Jazzie speedily pushing the red ball.
    Jazzie speedily pushing the red ball.

I saw another article recently about too much of a good thing. It was talking about dog games that the dog just got extremely excited by and about limiting the times per week that they got to do those things. Limiting times is a management strategy, but it’s not a training fixing strategy. I suppose I could keep them away from the things they love to do, or just dole them out infrequently for a lifetime.

The thrill of the hunt.
The thrill of the hunt.

Certainly, while I’m working on the dog’s ability to listen while aroused by a game, I need to limit those games where the dog is completely out of my sphere of influence and only play them in a small area for a brief time. Or if I have a frisbee or a ball fetching or coursing or doggy playing with other dogs or agility fanatic dog that just wants to keep going and going and is demanding about it, then start putting in extra behaviors before they get to do the thrill of the chase – like sit, down, touch, figure 8 around my legs, stay while the item is tossed, do other things despite the ball being out there in the field – and I will have an amazingly well-trained dog, plus their frantic compulsion towards frisbee or ball games or playing with other dogs or doing obstacles will ease.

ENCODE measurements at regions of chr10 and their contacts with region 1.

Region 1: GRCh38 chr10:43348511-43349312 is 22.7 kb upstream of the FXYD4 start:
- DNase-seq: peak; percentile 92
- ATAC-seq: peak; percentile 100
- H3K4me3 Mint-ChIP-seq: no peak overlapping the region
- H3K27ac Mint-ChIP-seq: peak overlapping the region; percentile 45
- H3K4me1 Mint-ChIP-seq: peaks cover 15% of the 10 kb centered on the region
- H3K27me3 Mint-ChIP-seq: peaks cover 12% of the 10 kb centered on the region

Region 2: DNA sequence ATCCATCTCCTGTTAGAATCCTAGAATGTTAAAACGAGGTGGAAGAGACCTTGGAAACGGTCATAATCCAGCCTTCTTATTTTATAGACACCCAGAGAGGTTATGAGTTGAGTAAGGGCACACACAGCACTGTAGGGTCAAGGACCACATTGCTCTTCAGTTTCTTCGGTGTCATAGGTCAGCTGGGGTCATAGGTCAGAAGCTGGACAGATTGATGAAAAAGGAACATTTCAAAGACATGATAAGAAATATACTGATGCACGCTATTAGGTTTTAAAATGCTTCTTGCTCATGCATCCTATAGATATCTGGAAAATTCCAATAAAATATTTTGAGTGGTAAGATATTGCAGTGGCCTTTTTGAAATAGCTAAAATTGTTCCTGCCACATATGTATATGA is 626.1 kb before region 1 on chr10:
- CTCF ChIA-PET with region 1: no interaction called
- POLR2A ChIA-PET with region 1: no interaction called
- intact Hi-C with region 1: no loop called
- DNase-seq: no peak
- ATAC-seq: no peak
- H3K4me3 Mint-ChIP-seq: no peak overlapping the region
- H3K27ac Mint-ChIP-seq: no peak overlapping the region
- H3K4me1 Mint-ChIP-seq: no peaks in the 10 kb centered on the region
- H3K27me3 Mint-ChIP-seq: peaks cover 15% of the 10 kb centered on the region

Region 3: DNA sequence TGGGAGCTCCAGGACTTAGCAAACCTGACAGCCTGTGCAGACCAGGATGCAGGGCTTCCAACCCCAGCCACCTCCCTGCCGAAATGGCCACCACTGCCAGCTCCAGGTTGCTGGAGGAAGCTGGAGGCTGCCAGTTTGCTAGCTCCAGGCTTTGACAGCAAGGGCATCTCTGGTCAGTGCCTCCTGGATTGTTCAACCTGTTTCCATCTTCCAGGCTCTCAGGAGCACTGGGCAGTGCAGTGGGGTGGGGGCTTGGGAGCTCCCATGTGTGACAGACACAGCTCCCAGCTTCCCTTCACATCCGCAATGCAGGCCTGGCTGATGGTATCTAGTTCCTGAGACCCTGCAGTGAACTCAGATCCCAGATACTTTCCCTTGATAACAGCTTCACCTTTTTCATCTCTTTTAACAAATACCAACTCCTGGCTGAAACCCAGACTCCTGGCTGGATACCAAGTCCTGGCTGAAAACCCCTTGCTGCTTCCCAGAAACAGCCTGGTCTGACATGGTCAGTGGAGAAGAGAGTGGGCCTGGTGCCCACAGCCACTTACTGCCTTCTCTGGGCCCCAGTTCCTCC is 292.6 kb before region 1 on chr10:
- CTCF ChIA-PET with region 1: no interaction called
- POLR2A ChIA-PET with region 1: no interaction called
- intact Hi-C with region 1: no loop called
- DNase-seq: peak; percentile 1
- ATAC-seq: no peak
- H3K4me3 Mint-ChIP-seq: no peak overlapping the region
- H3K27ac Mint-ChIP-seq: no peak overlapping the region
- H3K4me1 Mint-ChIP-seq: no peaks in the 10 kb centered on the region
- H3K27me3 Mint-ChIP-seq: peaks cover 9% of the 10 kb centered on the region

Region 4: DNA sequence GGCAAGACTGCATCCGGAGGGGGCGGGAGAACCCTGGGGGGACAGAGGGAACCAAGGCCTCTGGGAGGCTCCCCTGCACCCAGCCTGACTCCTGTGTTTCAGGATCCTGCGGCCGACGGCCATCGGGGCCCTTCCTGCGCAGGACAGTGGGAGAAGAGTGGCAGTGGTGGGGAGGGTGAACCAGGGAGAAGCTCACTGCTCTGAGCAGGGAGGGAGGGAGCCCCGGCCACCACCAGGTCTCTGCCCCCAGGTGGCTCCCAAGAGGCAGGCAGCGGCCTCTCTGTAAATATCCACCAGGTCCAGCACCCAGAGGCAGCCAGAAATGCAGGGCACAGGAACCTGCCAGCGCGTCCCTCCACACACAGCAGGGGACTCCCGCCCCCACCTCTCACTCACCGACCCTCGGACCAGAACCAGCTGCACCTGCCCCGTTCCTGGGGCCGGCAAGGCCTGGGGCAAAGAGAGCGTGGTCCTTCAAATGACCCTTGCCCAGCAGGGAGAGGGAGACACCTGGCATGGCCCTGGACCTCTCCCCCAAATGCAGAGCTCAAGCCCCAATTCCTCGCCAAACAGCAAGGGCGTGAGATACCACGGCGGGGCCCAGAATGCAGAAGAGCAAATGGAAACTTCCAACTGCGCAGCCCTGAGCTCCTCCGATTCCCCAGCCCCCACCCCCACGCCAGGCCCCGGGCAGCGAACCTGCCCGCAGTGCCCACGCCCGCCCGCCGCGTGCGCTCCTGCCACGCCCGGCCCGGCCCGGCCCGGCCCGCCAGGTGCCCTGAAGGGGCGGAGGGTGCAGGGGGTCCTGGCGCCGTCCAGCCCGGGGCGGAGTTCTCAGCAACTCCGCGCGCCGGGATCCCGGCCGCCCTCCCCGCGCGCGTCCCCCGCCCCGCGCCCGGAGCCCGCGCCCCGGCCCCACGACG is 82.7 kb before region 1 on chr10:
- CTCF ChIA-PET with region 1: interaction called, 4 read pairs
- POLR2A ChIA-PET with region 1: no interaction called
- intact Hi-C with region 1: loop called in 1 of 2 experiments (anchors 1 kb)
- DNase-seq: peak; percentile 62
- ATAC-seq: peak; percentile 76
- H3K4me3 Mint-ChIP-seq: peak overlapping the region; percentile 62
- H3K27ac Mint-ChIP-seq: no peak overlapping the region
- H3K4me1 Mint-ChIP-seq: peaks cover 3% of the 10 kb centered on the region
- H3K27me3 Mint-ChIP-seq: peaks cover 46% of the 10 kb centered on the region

How? Usually I train at transition points first, like when I’m wanting to release them from their crate or kennel or go through doorways. The door/gate stays closed or re-closes if the behavior like sit or down isn’t offered and maintained. When it is offered then open. It becomes their idea because that’s how it works.

Since transition points occur lots of times during each day there is lots of training on control behaviors the dog needs to offer to get what they would like to have and the cause (them sitting or downing and maintaining that posture) is rewarded by open sesame door, gate, or crate.

The extra benefit is a calm, quiet dog expecting freedom to play. The easy part is that the door/gate is the barrier, it’s not me trying to stop them it’s just a piece of the world.

When I start putting in a behavior before they get to do whatever it is they love, I expect some complaining and some efforts to steal or whatever – I just wait, hide the toy, control access – silent, just like at the door/gate until they offer up what has been previously trained in a lower arousal state. They will do it, patience is a virtue, then be fast and give them what they want for brief fun, then repeat. Later, as they learn the cause-effect pieces better they will become more and more willing to do the get-ready work … because they get paid by their loved game.

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2 thoughts on “Cause-Effect, dog training-learning with games”

    1. Sorry I didn’t see this, it ended up in my spam. But the answer is even very young dogs … 5-8 wks old can start to learn games – tug, of course its quite gentle and brief. Come very short distances for food. Retrieve very, very short distances (6 inches to a foot) for play. The games get more complex, and the distances greater as the dog matures. Puppies love to play and play should be the reward for learning, so they do something you like (example sit) then cheer and start a game of tug, stop the game and wait for a sit, then cheer and start the game again.